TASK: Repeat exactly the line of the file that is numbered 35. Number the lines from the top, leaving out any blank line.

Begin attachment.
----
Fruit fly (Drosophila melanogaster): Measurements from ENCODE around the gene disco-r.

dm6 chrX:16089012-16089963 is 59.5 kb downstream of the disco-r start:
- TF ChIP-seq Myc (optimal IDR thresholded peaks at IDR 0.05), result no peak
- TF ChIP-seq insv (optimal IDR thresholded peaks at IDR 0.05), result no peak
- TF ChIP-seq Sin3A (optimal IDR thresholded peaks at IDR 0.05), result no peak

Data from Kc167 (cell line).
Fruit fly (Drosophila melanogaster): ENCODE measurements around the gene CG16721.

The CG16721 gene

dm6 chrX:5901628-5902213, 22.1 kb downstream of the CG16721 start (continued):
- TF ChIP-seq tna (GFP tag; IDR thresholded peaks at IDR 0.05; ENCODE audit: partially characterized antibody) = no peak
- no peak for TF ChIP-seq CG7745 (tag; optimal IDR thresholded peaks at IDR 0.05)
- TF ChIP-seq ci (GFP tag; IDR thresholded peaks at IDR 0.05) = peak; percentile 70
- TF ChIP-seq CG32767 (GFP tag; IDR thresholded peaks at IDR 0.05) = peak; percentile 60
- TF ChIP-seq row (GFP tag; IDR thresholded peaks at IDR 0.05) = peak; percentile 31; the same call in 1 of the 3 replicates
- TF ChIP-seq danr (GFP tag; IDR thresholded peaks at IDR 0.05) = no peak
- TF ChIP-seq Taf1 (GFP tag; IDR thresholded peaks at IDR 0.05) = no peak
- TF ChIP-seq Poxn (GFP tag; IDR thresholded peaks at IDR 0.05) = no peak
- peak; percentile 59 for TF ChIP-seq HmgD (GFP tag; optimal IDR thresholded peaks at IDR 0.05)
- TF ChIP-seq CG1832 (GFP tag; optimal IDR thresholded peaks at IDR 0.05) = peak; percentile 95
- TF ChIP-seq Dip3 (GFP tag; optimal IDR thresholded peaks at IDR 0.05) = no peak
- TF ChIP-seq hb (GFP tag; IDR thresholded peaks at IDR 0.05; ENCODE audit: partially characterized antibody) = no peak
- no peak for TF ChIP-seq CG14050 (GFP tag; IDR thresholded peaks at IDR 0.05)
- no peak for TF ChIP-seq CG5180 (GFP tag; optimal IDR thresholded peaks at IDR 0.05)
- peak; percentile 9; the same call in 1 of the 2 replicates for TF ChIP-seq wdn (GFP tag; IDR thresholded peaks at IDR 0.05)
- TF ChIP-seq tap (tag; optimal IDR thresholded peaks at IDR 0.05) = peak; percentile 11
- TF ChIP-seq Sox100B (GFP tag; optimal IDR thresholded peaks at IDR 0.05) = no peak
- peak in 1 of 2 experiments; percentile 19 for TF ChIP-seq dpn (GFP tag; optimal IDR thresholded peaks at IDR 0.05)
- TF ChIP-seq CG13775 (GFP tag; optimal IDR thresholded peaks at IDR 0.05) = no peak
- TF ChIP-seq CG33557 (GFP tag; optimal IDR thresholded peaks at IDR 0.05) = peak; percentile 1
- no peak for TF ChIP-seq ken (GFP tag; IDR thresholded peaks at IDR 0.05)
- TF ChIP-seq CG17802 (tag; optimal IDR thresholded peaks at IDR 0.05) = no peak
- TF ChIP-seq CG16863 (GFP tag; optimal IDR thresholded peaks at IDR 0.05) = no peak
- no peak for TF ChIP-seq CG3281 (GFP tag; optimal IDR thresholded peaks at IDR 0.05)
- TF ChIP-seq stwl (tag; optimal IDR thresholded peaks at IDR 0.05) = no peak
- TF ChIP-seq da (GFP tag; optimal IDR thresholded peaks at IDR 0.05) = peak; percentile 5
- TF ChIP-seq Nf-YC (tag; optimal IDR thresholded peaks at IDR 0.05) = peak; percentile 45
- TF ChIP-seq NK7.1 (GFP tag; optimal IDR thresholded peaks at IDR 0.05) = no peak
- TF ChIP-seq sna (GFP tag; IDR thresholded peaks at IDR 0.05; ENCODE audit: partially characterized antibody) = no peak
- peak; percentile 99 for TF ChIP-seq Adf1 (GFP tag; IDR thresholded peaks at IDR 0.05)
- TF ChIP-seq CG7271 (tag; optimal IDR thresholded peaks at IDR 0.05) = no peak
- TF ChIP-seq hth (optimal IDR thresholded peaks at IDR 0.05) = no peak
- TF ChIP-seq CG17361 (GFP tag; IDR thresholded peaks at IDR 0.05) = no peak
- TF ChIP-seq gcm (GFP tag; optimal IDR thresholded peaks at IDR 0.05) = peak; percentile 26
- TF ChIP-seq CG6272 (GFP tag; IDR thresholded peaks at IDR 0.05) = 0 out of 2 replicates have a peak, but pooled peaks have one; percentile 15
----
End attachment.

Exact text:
- TF ChIP-seq da (GFP tag; optimal IDR thresholded peaks at IDR 0.05) = peak; percentile 5